EEOC Task Force Reconvenes to Discuss How to Transform #MeToo into Harassment-Free Workplaces

More than a year before #MeToo, a Select Task Force was created by President Obama to examine the problem of sexual harassment at the workplace. The Select Task Force consisted of a select group of outside experts who analyzed the causes and effects of workplace harassment and made recommendations what should be done to prevent it. The Select Task Force’s Report of the Co-Chairs of the Select Task Force on the Study of Harassment in the Workplace was published in 2016 before the #MeToo movement.

The mission of the Select Task Force on the Study of Harassment in the Workplace was to determine the extent to which harassment impacts employees of various industries nationwide, as well as how best to mediate this behavior. The Task Force operated in conjunction with the United States Equal Employment Opportunity Commission (EEOC), and its eighteen (18) members include academics, lawyers, EEOC representatives, and other experts from all across the country.  The Select Task Force’s June 2016 Report outlined that analyzed the different factors that increase the risk of workplace harassment, how workplace harassment impacts employees and productivity, and how workplaces can both address and prevent the occurrence of harassment in their office. The eruption of movements have revealed the continuing epidemic of sexual harassment in the workplace which has caused an renewed interest in the report.

The report revealed that Equal Employment Opportunity Commission (EEOC) received approximately 30,000 charges of workplace harassment in 2015 alone. This statistic is even more shocking in light of the Select Task Force’s finding that only 25% of the victims report the harassment to their employers. In fact, reporting harassment to the employer is the least common response to harassment.  Victims of sexual harassment fear disbelief, inaction, or blatant retaliation by their superiors or the harasser.

The report also found that while any workplace can be plagued by harassment, there are several risk factors that increase the potential for harassing behavior. These include workforces that are dominated by a single race or sex, where a diverse individual can be easily recognized and ostracized creating a hostile work environment. Workplaces that experience cultural or language differences, young workforces, industries that rely upon customer satisfaction, and industries that tolerate or encourage alcohol consumption all experience harassment at a higher rate than the average. Industries with power disparities, such as the military, are also at a higher risk for harassing behavior.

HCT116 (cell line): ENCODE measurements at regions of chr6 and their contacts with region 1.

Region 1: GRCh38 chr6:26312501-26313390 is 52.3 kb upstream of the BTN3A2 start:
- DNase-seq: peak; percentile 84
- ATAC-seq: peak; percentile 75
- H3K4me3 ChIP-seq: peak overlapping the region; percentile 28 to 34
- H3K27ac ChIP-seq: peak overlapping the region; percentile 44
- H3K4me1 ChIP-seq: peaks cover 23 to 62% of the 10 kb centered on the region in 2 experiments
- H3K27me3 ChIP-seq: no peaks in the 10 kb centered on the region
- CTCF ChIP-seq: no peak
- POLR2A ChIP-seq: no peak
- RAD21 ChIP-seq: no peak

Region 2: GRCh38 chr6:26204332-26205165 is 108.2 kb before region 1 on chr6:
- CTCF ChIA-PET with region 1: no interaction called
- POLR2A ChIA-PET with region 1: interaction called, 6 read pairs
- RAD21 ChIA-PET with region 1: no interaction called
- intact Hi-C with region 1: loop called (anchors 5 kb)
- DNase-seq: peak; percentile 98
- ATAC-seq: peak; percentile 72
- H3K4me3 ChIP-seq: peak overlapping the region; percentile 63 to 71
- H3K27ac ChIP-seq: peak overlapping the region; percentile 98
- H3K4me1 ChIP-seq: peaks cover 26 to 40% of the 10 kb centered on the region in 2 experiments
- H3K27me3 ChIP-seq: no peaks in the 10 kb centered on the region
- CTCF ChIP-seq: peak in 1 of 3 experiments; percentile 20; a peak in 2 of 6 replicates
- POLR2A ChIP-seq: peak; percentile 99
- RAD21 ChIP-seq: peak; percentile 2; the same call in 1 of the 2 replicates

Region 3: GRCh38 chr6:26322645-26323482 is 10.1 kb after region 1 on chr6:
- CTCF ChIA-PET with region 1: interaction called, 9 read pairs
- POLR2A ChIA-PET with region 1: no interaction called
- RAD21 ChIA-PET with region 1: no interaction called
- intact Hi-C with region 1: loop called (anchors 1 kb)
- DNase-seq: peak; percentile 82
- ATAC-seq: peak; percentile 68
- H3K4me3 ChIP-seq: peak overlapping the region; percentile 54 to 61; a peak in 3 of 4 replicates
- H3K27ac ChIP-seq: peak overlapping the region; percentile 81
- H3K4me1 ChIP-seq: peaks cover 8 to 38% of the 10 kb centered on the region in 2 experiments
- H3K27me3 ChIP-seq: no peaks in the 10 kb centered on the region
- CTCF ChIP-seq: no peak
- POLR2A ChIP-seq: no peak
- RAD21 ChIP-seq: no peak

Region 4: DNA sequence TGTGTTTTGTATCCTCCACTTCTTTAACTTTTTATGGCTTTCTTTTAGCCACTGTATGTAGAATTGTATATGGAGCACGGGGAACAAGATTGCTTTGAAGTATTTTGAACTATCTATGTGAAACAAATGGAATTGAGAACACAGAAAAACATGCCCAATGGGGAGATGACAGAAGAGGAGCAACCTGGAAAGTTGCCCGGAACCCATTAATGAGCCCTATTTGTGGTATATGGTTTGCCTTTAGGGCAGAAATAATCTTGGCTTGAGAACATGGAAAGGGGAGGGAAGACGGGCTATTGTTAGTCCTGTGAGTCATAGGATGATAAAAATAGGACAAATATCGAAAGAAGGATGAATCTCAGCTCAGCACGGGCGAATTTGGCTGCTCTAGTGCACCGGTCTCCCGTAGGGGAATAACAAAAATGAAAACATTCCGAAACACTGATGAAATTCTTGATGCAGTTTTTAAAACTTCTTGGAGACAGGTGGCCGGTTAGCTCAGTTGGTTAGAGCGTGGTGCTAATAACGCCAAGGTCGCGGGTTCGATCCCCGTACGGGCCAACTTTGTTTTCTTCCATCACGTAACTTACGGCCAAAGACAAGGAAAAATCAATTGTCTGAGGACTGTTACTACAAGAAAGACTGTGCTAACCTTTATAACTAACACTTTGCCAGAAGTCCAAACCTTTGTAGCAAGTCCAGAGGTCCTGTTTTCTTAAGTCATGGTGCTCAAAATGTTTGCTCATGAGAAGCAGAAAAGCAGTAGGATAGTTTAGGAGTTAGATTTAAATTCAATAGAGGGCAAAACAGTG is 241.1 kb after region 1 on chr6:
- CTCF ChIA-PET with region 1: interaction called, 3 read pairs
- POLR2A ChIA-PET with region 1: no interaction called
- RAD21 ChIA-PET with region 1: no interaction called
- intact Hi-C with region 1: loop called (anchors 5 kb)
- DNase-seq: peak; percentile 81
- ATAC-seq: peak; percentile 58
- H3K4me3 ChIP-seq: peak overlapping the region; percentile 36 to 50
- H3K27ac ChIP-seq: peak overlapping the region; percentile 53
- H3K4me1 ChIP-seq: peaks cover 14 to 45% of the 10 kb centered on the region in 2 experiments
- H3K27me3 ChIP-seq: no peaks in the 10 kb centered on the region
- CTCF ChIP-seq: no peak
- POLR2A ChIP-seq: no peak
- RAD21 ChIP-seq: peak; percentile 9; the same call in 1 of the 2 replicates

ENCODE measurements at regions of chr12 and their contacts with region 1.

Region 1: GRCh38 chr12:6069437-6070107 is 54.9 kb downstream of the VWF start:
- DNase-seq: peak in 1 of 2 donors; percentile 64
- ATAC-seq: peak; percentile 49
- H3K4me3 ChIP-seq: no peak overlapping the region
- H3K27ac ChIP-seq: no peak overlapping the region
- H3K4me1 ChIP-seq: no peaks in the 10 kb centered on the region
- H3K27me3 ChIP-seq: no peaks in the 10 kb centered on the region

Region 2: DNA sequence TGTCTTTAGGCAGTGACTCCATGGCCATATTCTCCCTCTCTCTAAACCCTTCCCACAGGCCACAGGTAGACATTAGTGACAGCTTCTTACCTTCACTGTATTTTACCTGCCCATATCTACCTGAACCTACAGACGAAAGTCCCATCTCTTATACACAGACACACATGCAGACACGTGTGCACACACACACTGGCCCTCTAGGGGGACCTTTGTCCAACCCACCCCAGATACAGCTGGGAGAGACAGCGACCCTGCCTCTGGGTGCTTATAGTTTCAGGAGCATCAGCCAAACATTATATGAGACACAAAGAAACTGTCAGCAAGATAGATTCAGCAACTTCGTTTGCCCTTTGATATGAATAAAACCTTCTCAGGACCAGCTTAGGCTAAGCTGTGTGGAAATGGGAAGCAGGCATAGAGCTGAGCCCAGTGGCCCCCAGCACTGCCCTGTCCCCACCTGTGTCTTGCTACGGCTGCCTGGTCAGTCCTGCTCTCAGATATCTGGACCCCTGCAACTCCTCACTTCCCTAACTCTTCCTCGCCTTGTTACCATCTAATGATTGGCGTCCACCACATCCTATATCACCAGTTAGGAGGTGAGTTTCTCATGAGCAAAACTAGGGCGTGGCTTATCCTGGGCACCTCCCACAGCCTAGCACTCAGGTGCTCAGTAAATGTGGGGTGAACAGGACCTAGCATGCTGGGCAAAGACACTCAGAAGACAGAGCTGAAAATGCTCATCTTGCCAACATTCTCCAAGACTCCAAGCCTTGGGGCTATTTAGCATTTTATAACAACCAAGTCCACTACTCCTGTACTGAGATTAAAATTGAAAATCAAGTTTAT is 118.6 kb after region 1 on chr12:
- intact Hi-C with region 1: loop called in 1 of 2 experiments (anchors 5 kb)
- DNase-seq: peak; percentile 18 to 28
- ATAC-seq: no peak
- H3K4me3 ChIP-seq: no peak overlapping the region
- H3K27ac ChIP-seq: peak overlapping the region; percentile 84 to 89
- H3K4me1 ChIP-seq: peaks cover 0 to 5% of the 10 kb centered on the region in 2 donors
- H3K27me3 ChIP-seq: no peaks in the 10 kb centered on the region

The 2016 Select Task Force report addresses methods that workplaces should use to prevent the occurrence of harassment. One of the most important factors cited in preventing harassment is ensuring that leadership maintains a diverse and inclusive workforce culture and purveys a sense of urgency about putting a stop to harassment. Systems to hold leadership accountable for this, as well as for any unprofessional behavior, must also be in place, with specific and effective policies and procedures. Responses to complaints must consistently be timely, thorough and complete; a single bad reporting experience can significantly discourage other victims from reporting.  In regards to anti-harassment training, the task force explains that training should not focus on legal standards of harassment with the intention of avoiding a lawsuit. Training should instead be part of a holistic effort to inform employees about the consequences of harassing behavior, as well as how an employee can both intervene in and report harassment.

Among the aforementioned prevention strategies, the EEOC Task Force discusses the importance of attitudes such as those emphasized by the “It’s on Us” campaign, which demands that everyone, especially bystanders, take action when they see harassment. In addition to this, the Select Task Force recommends that every workplace maintain a strict anti-harassment policy, the effectiveness of which should be tested frequently. User friendly educational resources should be provided and advertised to employees as well. In an article entitled #MeTooWhatNext: Strengthening Workplace Sexual Harassment Protections and Accountability”, the National Women’s Law Center discusses the mission of restoring the voices of victims and getting rid of employer- imposed non-disclosure clauses as essential steps in addressing sexual harassment in the workplace, in addition to those named by the 2016 EEOC Report.

The Special Task Force reconvened last month to continue its discussion of workplace sexual harassment and how employers can prevent and stop it. Those who attended, including legal scholars and employment attorneys discussed important legal issues concerning sexual harassment, including the impact of non-disclosure and arbitration agreements and the numerous legislation recently passed in states across the country. They also  discussed the importance of using the #MeToo and #TimesUp movements to continue to draw attention to workplace harassment.

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